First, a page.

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DULUTH — The shipping season opened Thursday in the Port of Duluth-Superior with the American Mariner, which had been wintering here, shifting to the CN iron ore docks to pick up a load and the empty Lee A. Tregurtha passing beneath the Aerial Lift Bridge en route to Marquette, Mich..

The Soo Locks, the connector between Lake Superior and Lake Huron, open Saturday. And though Lake Superior has just 5% ice coverage this year, the U.S. Coast Guard cutter Spar and local tugboat operators have been cutting tracks through the harbor and tending to local slips and docks.

Deb DeLuca, executive director of the Duluth Seaway Port Authority, likened the first bits of activity on the lake to the start of the Major League Baseball season during a press conference at the organization's headquarters earlier this week.

"That's always exciting to see the raw materials, the materials of our every day life, moving through the port," she said.

DeLuca said she is expecting a "full-throttle start" to the season that will include a monthly contract with Spliethoff steamship line for both container shipping and general cargo, the continuation of cruise ships passing through the harbor, and the addition of 55,000 square-feet of warehouse space at the port authority.

Iron ore will remain "king cargo," she said, and grain shipments, which were at a historic low last year, are unpredictable.

Container shipping returned to this westernmost inland port last summer when 200 containers of kidney beans were loaded onto an ocean-going vessel for the first time in decades. With Spliethoff, the ships will move raw materials, semi-finished and finished goods, and machinery between the Twin Ports and Antwerp-Bruges in Belgium. It was the first time in the modern shipping era that there was a monthly liner service between Duluth and Europe, according to Jayson Hron, communications director at the Port Authority.

"Having that regular service means that companies can know that they have a committed route in and out of this area every month," said DeLuca. "For most companies, they need that reliability, that predictability."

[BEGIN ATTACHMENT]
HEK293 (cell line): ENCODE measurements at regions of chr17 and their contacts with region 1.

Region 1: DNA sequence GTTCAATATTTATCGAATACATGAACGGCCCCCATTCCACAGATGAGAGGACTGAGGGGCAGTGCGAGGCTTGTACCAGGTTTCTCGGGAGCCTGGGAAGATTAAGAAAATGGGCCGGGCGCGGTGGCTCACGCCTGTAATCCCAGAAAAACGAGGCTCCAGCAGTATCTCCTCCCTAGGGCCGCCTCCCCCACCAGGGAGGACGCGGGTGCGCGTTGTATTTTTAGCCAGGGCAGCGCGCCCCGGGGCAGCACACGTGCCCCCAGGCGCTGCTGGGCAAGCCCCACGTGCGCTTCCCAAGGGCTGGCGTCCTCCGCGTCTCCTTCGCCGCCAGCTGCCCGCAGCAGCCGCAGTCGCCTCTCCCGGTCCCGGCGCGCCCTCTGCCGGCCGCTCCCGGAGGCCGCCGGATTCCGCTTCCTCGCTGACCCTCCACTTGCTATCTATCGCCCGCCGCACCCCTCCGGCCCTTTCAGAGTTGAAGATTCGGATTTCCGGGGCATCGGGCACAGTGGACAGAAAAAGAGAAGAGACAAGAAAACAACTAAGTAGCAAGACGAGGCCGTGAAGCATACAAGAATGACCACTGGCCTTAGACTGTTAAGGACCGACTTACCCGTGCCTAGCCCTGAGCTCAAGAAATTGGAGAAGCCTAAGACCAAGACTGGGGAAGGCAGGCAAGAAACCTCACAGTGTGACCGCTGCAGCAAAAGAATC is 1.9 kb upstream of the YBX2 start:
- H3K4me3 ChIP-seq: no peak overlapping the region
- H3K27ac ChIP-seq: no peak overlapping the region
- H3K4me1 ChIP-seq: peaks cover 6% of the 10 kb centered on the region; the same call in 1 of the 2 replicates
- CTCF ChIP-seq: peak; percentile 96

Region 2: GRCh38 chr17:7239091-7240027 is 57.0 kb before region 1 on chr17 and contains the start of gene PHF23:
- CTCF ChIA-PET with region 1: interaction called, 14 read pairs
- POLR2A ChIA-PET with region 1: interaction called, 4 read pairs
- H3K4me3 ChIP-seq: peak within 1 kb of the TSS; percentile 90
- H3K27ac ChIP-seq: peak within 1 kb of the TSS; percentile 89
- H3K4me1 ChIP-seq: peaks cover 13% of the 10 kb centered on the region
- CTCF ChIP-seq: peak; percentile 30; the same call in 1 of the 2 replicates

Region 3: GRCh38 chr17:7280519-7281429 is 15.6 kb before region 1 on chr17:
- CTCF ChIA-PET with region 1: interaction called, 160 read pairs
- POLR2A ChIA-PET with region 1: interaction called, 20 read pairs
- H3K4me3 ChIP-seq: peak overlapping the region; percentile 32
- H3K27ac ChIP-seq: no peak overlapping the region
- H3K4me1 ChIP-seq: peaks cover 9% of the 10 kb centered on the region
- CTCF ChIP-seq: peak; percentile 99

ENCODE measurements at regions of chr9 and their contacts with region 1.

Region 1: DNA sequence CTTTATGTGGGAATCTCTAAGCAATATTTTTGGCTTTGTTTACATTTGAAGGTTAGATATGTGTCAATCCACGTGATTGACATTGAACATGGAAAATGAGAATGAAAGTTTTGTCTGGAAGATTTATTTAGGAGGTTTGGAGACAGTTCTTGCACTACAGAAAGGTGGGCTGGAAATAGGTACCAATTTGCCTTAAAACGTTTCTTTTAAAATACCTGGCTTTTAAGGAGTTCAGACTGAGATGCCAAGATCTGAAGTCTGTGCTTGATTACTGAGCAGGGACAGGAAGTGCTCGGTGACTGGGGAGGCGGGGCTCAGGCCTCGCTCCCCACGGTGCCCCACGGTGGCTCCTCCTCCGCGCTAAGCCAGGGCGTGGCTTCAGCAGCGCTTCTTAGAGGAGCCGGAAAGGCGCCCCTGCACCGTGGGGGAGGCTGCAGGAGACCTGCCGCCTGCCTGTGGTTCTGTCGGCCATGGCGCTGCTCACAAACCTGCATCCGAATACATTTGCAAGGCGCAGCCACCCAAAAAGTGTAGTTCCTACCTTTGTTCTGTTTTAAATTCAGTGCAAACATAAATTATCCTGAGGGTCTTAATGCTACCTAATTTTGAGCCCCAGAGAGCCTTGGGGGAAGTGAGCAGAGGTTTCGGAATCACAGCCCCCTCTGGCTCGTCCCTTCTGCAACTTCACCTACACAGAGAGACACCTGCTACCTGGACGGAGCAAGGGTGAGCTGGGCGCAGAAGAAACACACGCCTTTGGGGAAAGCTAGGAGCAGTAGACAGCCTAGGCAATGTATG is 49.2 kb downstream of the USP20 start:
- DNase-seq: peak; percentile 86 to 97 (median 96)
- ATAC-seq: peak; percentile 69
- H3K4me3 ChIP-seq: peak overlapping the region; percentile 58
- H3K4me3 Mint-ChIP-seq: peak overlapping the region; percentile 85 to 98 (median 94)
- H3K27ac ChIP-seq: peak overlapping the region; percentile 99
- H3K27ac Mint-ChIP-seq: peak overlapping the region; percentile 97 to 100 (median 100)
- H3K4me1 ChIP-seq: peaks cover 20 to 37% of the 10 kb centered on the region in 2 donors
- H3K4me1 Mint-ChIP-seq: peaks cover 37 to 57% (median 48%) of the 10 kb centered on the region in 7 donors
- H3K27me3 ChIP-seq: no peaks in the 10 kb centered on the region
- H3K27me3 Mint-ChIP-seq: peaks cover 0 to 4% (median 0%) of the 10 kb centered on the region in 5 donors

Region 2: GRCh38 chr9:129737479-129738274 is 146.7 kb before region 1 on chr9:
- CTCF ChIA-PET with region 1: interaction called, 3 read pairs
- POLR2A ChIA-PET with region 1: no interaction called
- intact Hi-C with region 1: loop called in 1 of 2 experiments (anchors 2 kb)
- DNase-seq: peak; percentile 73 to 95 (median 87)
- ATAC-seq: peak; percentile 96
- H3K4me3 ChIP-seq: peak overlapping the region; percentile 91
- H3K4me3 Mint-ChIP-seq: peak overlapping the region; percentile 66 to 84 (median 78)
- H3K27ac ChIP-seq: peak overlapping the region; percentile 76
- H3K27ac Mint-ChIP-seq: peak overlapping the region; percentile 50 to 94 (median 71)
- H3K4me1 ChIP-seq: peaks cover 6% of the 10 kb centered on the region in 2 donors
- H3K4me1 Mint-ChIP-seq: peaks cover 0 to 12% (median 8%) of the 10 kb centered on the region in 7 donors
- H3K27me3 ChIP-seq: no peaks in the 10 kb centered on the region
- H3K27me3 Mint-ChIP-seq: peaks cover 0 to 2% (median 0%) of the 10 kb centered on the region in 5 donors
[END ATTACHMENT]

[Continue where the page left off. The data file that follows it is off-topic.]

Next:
Viking cruise line offered Great Lakes voyages last summer, with 400-passenger ships docking in the harbor and delivering day-tourists to shore via tender vessels. This season, some cruises will start or end here — including a tour that starts in Toronto and another that ends in Ushuaia, on the tip of Argentina. With the badly eroded seawall behind the Duluth Entertainment Convention Center still unable to support traffic, some passengers will load at the industrial dock in the harbor.

The port authority is building additional warehouse space, bringing its total to 500,000 square feet, that will open in the latter half of the year. The current storage facility, which serves cargo via railroad, truck and ship, is always full.

"That warehousing component is really a vital component to the entire operation of a multimodal hub," Hron said. "We can't handle all the goods and materials to get them on those transportation modals without [having] that warehousing space."

Coal, the port's second largest export, has dropped in recent years as it's replaced by greener energy sources, and the future of grain remains contingent on factors including the cost of moving wheat out of Midwest markets. But Duluth's General Mills Grain Elevator A, purchased in 2022 by Omaha-based grain merchant Hansen-Mueller, is active again for the first time since 2015.

DeLuca said the port had its best iron ore float for a January in at least 20 years, and she expects that momentum to carry into this season. Kristen Vake, executive director of the Iron Mining Association, said miners have been productive this past winter and are ready for a good season.

Last month, officials with Cleveland-Cliffs confirmed it would be calling back workers to Silver Bay-based Northshore Mining in April — nearly a year after it shut down and laid off hundreds of employees.

"All of our operations will be up and running," Vake said. "This is a really big deal, not only to the miners themselves, but to the folks who work in the communities that rely on mining and the vendor and supplier businesses that support the mining industry."